One Really Cool Brain Trick To Getting Motivated

To trace the source of motivation, let’s begin in the ain where neurotransmitters spark chemical messages to keep us alert and on task. One specific neurotransmitter that plays a role in motivation is dopamine.

For motivation specifically, it matters which pathway dopamine takes. The mesolimbic pathway, which originates in the middle of the ain and anches to various places like the cereal cortex, is the most important reward pathway in the ain.

But stopping there would be missing the complete story. Pleasure is just the tip of the dopamine iceberg. Dopamine’s impact on the body is felt in many different areas, including motivation, memory, behavior and cognition, attention, sleep, mood, learning, and oh yeah, pleasurable reward. You hear about dopamine and pleasure because of its sticky associations with sex, drugs, and rock ‘n roll. The media refers to dopamine in scare stories about addiction (some for good reason, some not). Pleasure and all its dangerous slippery slopes is a sexier topic than attention, cognition, and motivation.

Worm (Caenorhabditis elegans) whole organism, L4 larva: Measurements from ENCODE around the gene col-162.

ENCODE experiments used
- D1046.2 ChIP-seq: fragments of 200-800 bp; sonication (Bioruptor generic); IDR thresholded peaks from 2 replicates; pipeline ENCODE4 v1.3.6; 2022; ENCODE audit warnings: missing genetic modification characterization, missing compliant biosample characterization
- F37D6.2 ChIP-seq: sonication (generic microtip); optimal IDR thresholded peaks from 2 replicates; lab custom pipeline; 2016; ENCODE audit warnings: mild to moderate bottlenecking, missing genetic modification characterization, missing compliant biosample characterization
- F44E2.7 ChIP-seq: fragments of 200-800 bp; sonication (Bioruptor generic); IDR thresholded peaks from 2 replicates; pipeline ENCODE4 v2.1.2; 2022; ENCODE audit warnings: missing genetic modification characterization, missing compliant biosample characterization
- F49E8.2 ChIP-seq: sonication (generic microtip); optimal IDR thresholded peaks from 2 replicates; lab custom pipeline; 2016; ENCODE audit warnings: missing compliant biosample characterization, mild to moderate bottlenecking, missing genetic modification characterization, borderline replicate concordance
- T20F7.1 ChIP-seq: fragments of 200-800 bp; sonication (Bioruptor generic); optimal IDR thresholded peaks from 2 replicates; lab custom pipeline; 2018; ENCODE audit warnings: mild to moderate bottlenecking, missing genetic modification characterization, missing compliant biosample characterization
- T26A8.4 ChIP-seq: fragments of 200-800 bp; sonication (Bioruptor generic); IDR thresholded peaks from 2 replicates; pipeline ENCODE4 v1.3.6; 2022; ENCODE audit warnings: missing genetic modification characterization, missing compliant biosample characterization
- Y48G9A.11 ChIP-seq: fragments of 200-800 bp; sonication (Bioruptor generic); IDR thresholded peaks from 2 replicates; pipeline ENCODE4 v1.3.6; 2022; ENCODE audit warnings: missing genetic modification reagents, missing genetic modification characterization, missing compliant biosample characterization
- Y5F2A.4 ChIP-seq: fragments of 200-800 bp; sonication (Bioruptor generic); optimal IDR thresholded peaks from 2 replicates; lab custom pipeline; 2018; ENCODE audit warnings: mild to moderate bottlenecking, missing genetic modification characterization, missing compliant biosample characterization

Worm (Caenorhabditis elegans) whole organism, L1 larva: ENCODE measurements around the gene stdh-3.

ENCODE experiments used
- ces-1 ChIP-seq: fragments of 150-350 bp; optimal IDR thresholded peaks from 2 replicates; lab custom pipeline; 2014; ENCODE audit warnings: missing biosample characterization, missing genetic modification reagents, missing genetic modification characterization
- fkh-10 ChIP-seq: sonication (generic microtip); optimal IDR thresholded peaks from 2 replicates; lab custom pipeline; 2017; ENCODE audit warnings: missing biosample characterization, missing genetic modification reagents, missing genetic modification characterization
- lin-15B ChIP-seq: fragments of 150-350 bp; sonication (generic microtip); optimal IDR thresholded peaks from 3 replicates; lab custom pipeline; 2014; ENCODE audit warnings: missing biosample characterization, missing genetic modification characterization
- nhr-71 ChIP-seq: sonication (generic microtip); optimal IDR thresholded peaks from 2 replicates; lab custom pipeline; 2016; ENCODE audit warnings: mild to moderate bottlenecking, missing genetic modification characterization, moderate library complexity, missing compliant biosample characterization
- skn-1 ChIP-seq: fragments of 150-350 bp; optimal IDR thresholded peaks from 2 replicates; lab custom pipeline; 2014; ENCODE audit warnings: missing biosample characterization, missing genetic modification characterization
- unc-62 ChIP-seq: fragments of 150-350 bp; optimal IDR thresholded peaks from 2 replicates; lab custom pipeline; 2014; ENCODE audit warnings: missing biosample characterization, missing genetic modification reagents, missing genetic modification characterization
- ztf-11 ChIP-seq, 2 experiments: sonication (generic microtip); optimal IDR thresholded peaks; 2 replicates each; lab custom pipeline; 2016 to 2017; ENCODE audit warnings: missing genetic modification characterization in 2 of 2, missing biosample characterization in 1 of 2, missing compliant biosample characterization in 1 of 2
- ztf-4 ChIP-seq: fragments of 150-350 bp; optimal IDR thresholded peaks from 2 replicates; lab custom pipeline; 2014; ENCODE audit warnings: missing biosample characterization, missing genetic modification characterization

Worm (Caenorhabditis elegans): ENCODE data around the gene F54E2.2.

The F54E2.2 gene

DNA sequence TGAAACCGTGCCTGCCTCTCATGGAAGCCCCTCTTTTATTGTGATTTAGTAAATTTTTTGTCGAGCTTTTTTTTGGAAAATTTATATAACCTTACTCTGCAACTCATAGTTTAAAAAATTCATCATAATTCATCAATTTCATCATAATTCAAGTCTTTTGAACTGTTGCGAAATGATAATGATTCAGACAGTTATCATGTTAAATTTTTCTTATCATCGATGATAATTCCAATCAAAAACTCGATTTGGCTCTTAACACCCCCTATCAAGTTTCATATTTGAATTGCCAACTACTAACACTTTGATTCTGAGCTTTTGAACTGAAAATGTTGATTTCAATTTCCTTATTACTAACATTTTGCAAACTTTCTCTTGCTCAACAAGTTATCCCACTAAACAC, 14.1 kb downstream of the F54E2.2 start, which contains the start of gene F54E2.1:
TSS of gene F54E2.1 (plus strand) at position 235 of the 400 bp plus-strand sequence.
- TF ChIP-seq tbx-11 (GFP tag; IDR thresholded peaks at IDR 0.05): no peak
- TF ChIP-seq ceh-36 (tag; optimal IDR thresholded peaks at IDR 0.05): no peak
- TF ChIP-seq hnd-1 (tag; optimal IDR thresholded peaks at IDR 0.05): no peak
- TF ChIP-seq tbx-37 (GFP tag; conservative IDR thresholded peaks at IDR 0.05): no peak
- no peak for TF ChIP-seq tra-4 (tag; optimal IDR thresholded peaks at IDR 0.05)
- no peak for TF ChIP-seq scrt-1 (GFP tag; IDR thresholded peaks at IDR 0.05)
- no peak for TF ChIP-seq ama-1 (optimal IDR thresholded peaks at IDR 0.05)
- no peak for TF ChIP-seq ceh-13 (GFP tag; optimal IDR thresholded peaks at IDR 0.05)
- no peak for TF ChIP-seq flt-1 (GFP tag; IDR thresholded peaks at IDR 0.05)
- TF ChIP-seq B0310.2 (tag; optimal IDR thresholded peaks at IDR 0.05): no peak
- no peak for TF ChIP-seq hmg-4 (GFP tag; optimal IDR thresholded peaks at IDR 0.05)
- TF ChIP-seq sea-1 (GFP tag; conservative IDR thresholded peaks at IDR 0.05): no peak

Brain Wave Tests Being Added To Interview Process

If you’ve ever been through an extensive recruitment process, you already know some of the ways companies try to get inside your head. Impossible calculations. Mind bending riddles. Practical problems. Psychometric testing. Left-field questions (like this real-life question: “A penguin walks through that door right now wearing a sombrero. What does he say and why is he here?”). As recruiters try to streamline the hiring process and minimize the potential for decisions that could backfire later, they’re turning to ever more sophisticated means. It makes sense: when people are your most important assets, you need to do everything to ensure they’re the right people.

This is a new one, though: As part of a selection process for five new interns,TBWA\Istanbul, an ad agency in Turkey, placed electroencephalography (EEG) headgear on 503 applicants